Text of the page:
• Explain the persuasive appeals of ethos, logos, and pathos and their effects on critical thinking
  • Discuss the structure of arguments, including premise or claim, counterclaim, evidence, assumptions, and conclusions
  • Describe rhetorical devices such as irony, rhetorical questions, and zeugma, among others, and their relationship to arguments, critical thinking, and problem solving

Unit 4: Figurative Language

Shall I compare this unit to the prior? It is more lovely and more interesting. Well, to be fair, we think all the units in this course are interesting. But there is something that makes figurative language feel extra special! Like sprinkles on an ice cream cone or butter on popcorn, figurative language adds that extra oomph to any message or piece of writing. Critical thinkers know that by being able to recognize and utilize figurative language, they add another crucial tool to their toolbox of strong communication skills.

What will you learn in this unit?

  • Define figurative language and its role in arguments, critical thinking, and problem-solving
  • Discuss the most common types of figurative language that fall under the category of ‘figures of speech’ and their impact on critical thinking and argumentation
  • Explain the most common types of figurative language that fall under the category of ‘devices of sound’ and their impact on critical thinking and argumentation
  • Describe additional examples of figurative language and their efficacy in poetry, prose, and speech

Unit 5: Speaking Up

Critical thinking and clear communication go hand-in-hand. After we observe, analyze, and decide on a path, the obvious next step is to communicate our intentions. Communication is a two-way street. As much as we want to be able to share our ideas, we should also be open to hearing other people’s ideas too. Learning how to both talk to others and listen to them is an integral part of being an effective communicator. In this unit, we’ll learn about how to prepare and deliver persuasive speeches and engage in productive debates. We’ll also learn more about non-verbal cues and how to ‘read a room.’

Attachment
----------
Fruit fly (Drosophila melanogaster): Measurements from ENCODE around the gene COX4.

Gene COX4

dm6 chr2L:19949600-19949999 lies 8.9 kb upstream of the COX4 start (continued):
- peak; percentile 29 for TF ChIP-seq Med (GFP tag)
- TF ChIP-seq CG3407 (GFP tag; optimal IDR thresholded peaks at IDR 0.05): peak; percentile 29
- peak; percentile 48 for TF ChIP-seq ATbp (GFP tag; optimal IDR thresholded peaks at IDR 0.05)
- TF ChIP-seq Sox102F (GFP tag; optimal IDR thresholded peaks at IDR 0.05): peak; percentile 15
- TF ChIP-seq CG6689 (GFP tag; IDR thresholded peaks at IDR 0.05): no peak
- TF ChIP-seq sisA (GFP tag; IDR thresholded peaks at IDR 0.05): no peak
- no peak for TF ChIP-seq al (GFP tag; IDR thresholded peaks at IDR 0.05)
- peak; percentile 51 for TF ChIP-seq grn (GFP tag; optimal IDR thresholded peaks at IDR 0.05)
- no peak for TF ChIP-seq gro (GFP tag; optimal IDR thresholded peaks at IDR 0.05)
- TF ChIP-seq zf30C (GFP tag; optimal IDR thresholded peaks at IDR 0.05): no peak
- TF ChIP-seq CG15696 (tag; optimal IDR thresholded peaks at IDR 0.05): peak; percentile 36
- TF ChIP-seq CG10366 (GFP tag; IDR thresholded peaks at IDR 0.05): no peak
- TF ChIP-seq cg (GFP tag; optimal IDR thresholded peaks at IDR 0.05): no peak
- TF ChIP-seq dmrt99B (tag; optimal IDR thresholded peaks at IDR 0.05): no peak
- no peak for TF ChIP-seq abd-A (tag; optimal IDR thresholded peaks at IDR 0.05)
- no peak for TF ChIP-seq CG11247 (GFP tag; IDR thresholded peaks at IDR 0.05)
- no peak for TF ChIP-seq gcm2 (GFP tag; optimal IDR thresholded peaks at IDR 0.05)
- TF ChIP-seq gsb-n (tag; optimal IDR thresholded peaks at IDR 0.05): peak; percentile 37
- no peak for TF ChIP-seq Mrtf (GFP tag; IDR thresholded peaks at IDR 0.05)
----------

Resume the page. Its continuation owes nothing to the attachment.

What will you learn in this unit?

  • Discuss the best practices for giving an effective speech
  • Define non-verbal cues and explain their relevance to clear, effective communication
  • Examine stage fright, how it impacts communication, and how to use critical-thinking skills to solve it
  • Describe debate etiquette and the impact of one-way versus two-way communication

Unit 6: The Big Picture

Critical thinking, problem-solving, and logic show up in every aspect of our lives. They help us to understand the past, assess the present, and plan for the future. By sharpening our critical thinking and problem-solving skills, we become better prepared to use reason and logic when faced with challenges and choices. Whether we’re using the scientific method, spotting logical fallacies in public figures’ speeches, or working to solve the mystery as we read about the adventures of Enola, Sherlock, and many other great detectives, how we observe, analyze, and make decisions about the world around us is crucial.

What will you learn in this unit?

  • Explain how logic relates to personal responsibility and individual freedom
  • Discuss how logic relates to social and economic principles as well as our civic duties
  • Explore how logic can be applied to planning for the future
  • Demonstrate the efficacy of critical thinking and logic as it applies to making important life choices

Required Materials